The best of the best
Ignoring an unwelcome watering of a downtown lawn by an over-lubricated or under-civilized alumnus lining up for Saturday’s parade, Old Settlers Day was, indeed, the best ever.
It wasn’t the parade itself — still more than 40 minutes of kids clamoring to be showered in tons of tossed candy. Nor was it the turnout — understandably down a tad as pandemic totals continue to rise.
Rather, it was the reappearance of decades-ago but fondly remembered teachers and alumni who, despite no longer having family here, came back, often from great distance, not to see whose hair had grayed the most or waistlines had expanded the least but to honor a connection that persists across many miles and across many lifetimes of memories.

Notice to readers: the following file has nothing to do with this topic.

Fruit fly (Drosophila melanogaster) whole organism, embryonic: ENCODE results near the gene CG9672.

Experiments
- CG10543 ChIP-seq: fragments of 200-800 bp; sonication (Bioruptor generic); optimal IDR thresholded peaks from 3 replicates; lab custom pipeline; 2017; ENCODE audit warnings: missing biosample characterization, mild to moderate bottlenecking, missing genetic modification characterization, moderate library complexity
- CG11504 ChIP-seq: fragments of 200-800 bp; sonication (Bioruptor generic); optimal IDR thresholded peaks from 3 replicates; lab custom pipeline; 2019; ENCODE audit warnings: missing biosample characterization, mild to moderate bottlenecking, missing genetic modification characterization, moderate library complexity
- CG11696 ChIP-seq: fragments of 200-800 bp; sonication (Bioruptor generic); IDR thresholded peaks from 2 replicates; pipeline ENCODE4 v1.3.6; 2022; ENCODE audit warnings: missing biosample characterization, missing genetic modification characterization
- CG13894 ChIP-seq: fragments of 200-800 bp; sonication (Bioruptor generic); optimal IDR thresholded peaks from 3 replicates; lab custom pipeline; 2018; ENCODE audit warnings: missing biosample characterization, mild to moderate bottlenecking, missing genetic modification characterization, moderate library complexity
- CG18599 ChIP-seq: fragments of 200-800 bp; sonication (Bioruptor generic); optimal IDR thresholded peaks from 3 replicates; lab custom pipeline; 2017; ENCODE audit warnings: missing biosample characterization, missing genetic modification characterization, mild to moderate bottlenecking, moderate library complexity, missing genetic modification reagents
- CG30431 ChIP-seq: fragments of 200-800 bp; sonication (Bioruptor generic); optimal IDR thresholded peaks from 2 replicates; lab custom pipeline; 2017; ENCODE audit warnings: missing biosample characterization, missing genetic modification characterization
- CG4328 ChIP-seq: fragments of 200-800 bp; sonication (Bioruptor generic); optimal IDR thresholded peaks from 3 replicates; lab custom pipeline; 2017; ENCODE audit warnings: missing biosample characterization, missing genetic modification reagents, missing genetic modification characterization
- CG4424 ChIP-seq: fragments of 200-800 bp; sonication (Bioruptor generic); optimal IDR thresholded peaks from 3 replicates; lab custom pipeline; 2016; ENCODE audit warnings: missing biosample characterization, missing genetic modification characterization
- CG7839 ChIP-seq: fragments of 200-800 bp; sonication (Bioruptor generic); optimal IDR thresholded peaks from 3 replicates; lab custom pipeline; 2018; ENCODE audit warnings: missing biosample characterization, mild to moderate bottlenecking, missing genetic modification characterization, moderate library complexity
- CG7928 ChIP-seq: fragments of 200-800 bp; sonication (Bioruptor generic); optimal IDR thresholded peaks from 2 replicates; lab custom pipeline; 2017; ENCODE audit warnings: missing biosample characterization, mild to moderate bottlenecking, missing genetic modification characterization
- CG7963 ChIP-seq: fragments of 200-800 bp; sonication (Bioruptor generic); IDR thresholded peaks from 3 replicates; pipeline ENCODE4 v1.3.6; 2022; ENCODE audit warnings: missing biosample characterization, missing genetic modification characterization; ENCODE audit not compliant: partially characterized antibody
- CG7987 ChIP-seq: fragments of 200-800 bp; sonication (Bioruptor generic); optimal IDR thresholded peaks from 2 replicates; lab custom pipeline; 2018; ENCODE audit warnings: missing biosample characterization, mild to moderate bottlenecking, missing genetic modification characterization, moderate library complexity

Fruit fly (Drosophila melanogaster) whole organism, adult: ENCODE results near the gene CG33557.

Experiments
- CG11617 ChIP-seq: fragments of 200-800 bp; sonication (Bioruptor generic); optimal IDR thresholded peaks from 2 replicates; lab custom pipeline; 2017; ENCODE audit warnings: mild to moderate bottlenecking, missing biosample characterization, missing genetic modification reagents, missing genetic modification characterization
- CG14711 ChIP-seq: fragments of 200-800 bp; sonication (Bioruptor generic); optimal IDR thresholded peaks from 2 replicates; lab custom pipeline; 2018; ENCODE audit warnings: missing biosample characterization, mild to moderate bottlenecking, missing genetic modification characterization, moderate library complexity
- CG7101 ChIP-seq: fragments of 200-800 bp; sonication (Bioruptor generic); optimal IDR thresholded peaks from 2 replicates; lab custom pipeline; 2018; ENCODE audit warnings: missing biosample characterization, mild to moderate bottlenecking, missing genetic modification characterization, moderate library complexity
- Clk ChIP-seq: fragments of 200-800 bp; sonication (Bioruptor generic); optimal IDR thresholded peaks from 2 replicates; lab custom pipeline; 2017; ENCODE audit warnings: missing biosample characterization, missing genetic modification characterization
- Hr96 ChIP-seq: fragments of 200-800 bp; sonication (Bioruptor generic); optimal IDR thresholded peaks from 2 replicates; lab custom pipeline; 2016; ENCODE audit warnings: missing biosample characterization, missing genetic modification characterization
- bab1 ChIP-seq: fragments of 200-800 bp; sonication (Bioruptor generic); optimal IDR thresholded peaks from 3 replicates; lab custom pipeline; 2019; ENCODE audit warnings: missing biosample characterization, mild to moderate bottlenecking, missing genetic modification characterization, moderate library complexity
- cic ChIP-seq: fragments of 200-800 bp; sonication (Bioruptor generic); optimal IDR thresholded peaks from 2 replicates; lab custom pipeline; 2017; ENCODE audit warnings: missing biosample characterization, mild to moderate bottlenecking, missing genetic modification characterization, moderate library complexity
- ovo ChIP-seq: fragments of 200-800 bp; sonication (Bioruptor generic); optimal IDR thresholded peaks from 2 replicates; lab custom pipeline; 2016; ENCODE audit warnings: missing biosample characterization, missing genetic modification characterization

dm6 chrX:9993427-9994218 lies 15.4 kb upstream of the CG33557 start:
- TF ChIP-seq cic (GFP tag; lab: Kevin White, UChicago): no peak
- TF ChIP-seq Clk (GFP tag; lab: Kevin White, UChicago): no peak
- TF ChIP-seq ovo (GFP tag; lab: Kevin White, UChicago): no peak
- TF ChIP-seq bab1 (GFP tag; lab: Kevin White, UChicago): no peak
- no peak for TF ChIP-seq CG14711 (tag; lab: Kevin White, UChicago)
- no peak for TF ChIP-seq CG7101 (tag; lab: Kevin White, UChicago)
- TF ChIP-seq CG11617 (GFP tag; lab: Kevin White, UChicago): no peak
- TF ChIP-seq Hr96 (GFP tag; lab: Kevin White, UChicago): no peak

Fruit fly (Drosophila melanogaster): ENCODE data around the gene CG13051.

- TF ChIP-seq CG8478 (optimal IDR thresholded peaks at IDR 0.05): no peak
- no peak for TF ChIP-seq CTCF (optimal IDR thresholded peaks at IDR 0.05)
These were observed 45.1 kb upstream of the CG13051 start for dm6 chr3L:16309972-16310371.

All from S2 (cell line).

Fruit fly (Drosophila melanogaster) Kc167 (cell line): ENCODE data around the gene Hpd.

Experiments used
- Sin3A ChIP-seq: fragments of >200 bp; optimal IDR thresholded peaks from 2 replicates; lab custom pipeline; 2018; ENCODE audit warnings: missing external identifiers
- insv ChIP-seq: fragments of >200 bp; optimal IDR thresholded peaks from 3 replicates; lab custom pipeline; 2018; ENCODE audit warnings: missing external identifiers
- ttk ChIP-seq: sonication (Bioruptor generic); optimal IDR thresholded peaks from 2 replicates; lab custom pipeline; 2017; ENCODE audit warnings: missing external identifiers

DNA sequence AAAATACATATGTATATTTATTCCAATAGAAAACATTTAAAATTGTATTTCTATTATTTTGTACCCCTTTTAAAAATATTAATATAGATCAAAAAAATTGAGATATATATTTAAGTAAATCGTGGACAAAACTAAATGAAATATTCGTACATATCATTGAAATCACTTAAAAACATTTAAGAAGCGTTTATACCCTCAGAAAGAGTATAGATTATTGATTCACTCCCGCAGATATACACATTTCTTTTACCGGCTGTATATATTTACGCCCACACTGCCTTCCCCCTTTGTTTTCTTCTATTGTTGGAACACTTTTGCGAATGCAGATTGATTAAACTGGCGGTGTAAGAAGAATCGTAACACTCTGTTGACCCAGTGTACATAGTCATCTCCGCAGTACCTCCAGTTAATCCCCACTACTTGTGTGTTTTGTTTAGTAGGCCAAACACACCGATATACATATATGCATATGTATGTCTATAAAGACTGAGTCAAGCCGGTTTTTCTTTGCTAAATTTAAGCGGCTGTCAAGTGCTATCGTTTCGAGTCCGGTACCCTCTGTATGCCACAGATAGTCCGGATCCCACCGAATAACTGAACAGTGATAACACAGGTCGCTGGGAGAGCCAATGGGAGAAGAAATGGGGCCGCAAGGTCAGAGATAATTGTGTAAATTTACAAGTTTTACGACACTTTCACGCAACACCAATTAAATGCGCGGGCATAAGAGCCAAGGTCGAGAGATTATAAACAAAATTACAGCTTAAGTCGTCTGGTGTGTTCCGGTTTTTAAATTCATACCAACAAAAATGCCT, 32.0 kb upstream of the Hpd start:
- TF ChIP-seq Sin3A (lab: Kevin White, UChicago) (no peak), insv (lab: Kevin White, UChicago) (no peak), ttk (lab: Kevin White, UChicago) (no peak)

Proud and strong middle school musicians and delicious samples of fare from a restaurant going into a building that has sat unused for far too long even offered hope that new settlers will be bringing even more to Old Settlers in the future.
Even better were solemn ceremonies later in the day in Pilsen for the brief return of its most famous, heroic, and saintly son.
Any fear anyone may have had about Pilsen not being secure enough to allow Father Emil Kapaun’s remains to rest there permanently with those of his parents should have been dispelled by how smoothly the event ran and by how many impassioned believers worked tirelessly to do whatever was needed.
Divinely inspired community spirit proved Pilsen far safer than any artificially secure neighborhood in Wichita ever could be. Hopefully, the saintly chaplain’s remains someday will be allowed to make one more journey home — for all time, not just a too-brief weekend.
— ERIC MEYER